What is a De Facto Relationship?
Am I in a De Facto Relationship? Answering this question is the first step before making or defending a claim for property settlement or spousal support.
Under the Family Law Act 1975 (Cth) a de facto relationship is defined as a relationship between two people (whether of the same or opposite sex) who are not legally married or related by family and who, having regard to all of the circumstances of their relationship, live together on a genuine domestic basis.
To determine if a couple lives together on a genuine domestic basis, the Court will look at factors such as the duration of the relationship, if the couple lived together, how long they’ve lived together, if they share children, the degree of mutual commitment to a shared life, the degree of financial dependence or interdependence and if a sexual relationship exists, amongst other factors.
To prove de facto status, generally speaking couples need to have been in a relationship for two years or more. However, there are particular circumstances in which exceptions to this law are made.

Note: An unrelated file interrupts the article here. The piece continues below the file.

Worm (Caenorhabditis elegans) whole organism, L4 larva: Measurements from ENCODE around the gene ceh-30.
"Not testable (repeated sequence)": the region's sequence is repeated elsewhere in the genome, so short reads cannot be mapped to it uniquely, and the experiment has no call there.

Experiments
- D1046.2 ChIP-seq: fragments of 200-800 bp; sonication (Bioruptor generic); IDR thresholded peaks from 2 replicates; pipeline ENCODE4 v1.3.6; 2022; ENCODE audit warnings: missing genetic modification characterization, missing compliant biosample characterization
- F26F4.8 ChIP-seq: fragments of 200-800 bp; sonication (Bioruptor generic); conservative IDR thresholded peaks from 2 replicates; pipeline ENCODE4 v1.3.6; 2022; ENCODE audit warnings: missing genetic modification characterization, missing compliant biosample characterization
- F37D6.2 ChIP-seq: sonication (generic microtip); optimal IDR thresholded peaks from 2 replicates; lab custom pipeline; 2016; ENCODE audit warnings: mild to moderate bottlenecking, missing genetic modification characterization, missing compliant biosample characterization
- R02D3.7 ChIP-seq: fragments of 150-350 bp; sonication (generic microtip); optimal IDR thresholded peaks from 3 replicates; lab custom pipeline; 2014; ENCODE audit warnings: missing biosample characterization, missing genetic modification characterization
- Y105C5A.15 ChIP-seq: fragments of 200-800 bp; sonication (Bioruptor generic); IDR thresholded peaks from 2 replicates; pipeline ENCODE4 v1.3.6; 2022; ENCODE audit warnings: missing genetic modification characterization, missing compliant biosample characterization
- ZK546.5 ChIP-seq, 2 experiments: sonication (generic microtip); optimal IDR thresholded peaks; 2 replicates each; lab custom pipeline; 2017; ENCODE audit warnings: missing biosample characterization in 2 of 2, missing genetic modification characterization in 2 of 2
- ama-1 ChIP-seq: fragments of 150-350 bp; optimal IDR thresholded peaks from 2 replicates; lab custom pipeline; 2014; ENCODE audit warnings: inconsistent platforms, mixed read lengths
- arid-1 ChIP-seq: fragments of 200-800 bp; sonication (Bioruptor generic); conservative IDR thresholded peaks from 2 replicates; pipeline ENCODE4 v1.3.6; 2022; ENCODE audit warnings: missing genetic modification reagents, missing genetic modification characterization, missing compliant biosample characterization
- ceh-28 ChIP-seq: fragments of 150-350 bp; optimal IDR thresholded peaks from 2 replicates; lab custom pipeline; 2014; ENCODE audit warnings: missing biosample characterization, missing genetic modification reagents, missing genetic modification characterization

How Can a Family Law Firm Help?
Identifying that a relationship exists in a marriage is straightforward due to the requirement to register the marriage. In addition to this, the duration of the marriage is easily identifiable from the date of marriage and the date of separation will usually be recorded for the purposes of divorce proceedings.
On the other hand, de facto relationships are usually not registered, and it can be challenging to prove or disprove that a de facto relationship existed, or how long the relationship went for, when it began or when it ended.
As a result, disputes following the breakdown of de facto relationships can be legally complex, making it essential to gain legal advice from a specialist de facto lawyer.
Property settlement time limits apply to de facto relationships, so it’s important to gain timely advice as you may miss the deadline to make a claim for property settlement or maintenance to the Court and risk losing assets you are entitled to.
If you are thinking of leaving your de facto relationship or have already separated, our de facto lawyers will provide you with expert legal advice for your unique circumstances. We will answer any questions you have and help you to understand your options.
Even if you think you may be in a de facto relationship and aren’t planning on separating, a Melbourne de facto lawyer can advise you on how to protect assets in de facto relationships.